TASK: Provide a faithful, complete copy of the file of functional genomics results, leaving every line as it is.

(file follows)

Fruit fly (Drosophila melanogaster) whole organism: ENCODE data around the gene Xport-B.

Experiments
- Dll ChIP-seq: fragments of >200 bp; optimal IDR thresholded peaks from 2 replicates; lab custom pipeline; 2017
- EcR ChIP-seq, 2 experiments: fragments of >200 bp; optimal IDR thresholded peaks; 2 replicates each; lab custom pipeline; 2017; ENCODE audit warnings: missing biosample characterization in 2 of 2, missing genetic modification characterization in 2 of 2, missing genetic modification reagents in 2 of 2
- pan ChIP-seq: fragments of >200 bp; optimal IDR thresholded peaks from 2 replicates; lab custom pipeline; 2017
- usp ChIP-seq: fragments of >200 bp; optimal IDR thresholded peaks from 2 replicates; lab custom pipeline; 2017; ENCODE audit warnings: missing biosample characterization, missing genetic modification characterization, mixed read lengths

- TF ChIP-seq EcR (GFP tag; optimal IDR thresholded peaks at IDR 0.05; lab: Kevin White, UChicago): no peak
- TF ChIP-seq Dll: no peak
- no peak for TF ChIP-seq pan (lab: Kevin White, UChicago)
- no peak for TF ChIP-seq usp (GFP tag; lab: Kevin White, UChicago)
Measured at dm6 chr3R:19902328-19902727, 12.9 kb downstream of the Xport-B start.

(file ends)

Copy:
Fruit fly (Drosophila melanogaster) whole organism: ENCODE data around the gene Xport-B.

Experiments
- Dll ChIP-seq: fragments of >200 bp; optimal IDR thresholded peaks from 2 replicates; lab custom pipeline; 2017
- EcR ChIP-seq, 2 experiments: fragments of >200 bp; optimal IDR thresholded peaks; 2 replicates each; lab custom pipeline; 2017; ENCODE audit warnings: missing biosample characterization in 2 of 2, missing genetic modification characterization in 2 of 2, missing genetic modification reagents in 2 of 2
- pan ChIP-seq: fragments of >200 bp; optimal IDR thresholded peaks from 2 replicates; lab custom pipeline; 2017
- usp ChIP-seq: fragments of >200 bp; optimal IDR thresholded peaks from 2 replicates; lab custom pipeline; 2017; ENCODE audit warnings: missing biosample characterization, missing genetic modification characterization, mixed read lengths

- TF ChIP-seq EcR (GFP tag; optimal IDR thresholded peaks at IDR 0.05; lab: Kevin White, UChicago): no peak
- TF ChIP-seq Dll: no peak
- no peak for TF ChIP-seq pan (lab: Kevin White, UChicago)
- no peak for TF ChIP-seq usp (GFP tag; lab: Kevin White, UChicago)
Measured at dm6 chr3R:19902328-19902727, 12.9 kb downstream of the Xport-B start.